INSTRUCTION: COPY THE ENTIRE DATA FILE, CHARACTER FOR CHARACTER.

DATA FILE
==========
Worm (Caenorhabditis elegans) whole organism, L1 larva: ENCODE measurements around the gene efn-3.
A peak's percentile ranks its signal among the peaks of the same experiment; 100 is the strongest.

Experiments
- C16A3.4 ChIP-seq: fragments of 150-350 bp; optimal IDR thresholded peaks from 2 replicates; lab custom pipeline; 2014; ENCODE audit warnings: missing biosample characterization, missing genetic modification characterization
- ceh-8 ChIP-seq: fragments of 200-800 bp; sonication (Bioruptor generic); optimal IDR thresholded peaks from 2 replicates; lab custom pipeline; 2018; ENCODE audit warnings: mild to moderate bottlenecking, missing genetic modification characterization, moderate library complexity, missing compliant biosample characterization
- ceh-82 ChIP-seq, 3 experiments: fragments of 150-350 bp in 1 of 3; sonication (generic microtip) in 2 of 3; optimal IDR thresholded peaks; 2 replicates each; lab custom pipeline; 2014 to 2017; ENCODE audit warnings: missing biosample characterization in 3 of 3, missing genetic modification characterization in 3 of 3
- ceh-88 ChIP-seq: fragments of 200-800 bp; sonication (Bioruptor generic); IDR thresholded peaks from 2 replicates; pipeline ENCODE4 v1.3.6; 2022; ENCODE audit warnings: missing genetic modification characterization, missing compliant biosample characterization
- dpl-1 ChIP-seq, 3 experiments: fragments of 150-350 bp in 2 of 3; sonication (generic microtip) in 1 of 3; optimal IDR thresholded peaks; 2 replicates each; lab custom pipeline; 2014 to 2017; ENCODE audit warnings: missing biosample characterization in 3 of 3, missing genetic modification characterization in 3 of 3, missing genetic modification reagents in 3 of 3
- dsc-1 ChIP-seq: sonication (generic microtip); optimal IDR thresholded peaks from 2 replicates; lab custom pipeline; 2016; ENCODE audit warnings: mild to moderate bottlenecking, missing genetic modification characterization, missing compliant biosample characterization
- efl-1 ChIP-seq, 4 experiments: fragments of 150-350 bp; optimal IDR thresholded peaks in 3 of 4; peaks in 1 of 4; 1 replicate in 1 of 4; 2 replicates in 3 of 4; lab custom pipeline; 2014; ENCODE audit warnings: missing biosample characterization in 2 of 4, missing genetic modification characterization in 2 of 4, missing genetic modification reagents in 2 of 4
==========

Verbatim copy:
Worm (Caenorhabditis elegans) whole organism, L1 larva: ENCODE measurements around the gene efn-3.
A peak's percentile ranks its signal among the peaks of the same experiment; 100 is the strongest.

Experiments
- C16A3.4 ChIP-seq: fragments of 150-350 bp; optimal IDR thresholded peaks from 2 replicates; lab custom pipeline; 2014; ENCODE audit warnings: missing biosample characterization, missing genetic modification characterization
- ceh-8 ChIP-seq: fragments of 200-800 bp; sonication (Bioruptor generic); optimal IDR thresholded peaks from 2 replicates; lab custom pipeline; 2018; ENCODE audit warnings: mild to moderate bottlenecking, missing genetic modification characterization, moderate library complexity, missing compliant biosample characterization
- ceh-82 ChIP-seq, 3 experiments: fragments of 150-350 bp in 1 of 3; sonication (generic microtip) in 2 of 3; optimal IDR thresholded peaks; 2 replicates each; lab custom pipeline; 2014 to 2017; ENCODE audit warnings: missing biosample characterization in 3 of 3, missing genetic modification characterization in 3 of 3
- ceh-88 ChIP-seq: fragments of 200-800 bp; sonication (Bioruptor generic); IDR thresholded peaks from 2 replicates; pipeline ENCODE4 v1.3.6; 2022; ENCODE audit warnings: missing genetic modification characterization, missing compliant biosample characterization
- dpl-1 ChIP-seq, 3 experiments: fragments of 150-350 bp in 2 of 3; sonication (generic microtip) in 1 of 3; optimal IDR thresholded peaks; 2 replicates each; lab custom pipeline; 2014 to 2017; ENCODE audit warnings: missing biosample characterization in 3 of 3, missing genetic modification characterization in 3 of 3, missing genetic modification reagents in 3 of 3
- dsc-1 ChIP-seq: sonication (generic microtip); optimal IDR thresholded peaks from 2 replicates; lab custom pipeline; 2016; ENCODE audit warnings: mild to moderate bottlenecking, missing genetic modification characterization, missing compliant biosample characterization
- efl-1 ChIP-seq, 4 experiments: fragments of 150-350 bp; optimal IDR thresholded peaks in 3 of 4; peaks in 1 of 4; 1 replicate in 1 of 4; 2 replicates in 3 of 4; lab custom pipeline; 2014; ENCODE audit warnings: missing biosample characterization in 2 of 4, missing genetic modification characterization in 2 of 4, missing genetic modification reagents in 2 of 4